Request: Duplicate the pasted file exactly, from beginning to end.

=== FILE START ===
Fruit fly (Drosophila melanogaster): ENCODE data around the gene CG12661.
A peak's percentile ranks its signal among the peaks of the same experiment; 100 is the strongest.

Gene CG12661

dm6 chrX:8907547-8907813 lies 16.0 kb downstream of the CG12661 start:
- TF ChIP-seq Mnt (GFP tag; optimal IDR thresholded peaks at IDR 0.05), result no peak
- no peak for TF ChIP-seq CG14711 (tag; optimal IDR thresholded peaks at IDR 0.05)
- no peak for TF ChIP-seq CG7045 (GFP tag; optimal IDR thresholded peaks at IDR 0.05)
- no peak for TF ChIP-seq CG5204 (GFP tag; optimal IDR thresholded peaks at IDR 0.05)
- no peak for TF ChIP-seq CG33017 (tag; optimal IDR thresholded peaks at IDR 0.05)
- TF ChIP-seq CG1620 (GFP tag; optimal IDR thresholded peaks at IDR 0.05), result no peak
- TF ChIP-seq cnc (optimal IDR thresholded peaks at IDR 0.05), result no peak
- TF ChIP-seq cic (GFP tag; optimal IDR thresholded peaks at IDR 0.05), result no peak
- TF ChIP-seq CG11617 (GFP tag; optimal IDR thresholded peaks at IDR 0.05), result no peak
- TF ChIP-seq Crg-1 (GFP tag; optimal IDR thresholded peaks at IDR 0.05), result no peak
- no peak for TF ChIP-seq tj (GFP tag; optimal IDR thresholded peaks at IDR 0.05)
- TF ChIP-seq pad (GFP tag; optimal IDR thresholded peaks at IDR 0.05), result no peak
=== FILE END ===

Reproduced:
Fruit fly (Drosophila melanogaster): ENCODE data around the gene CG12661.
A peak's percentile ranks its signal among the peaks of the same experiment; 100 is the strongest.

Gene CG12661

dm6 chrX:8907547-8907813 lies 16.0 kb downstream of the CG12661 start:
- TF ChIP-seq Mnt (GFP tag; optimal IDR thresholded peaks at IDR 0.05), result no peak
- no peak for TF ChIP-seq CG14711 (tag; optimal IDR thresholded peaks at IDR 0.05)
- no peak for TF ChIP-seq CG7045 (GFP tag; optimal IDR thresholded peaks at IDR 0.05)
- no peak for TF ChIP-seq CG5204 (GFP tag; optimal IDR thresholded peaks at IDR 0.05)
- no peak for TF ChIP-seq CG33017 (tag; optimal IDR thresholded peaks at IDR 0.05)
- TF ChIP-seq CG1620 (GFP tag; optimal IDR thresholded peaks at IDR 0.05), result no peak
- TF ChIP-seq cnc (optimal IDR thresholded peaks at IDR 0.05), result no peak
- TF ChIP-seq cic (GFP tag; optimal IDR thresholded peaks at IDR 0.05), result no peak
- TF ChIP-seq CG11617 (GFP tag; optimal IDR thresholded peaks at IDR 0.05), result no peak
- TF ChIP-seq Crg-1 (GFP tag; optimal IDR thresholded peaks at IDR 0.05), result no peak
- no peak for TF ChIP-seq tj (GFP tag; optimal IDR thresholded peaks at IDR 0.05)
- TF ChIP-seq pad (GFP tag; optimal IDR thresholded peaks at IDR 0.05), result no peak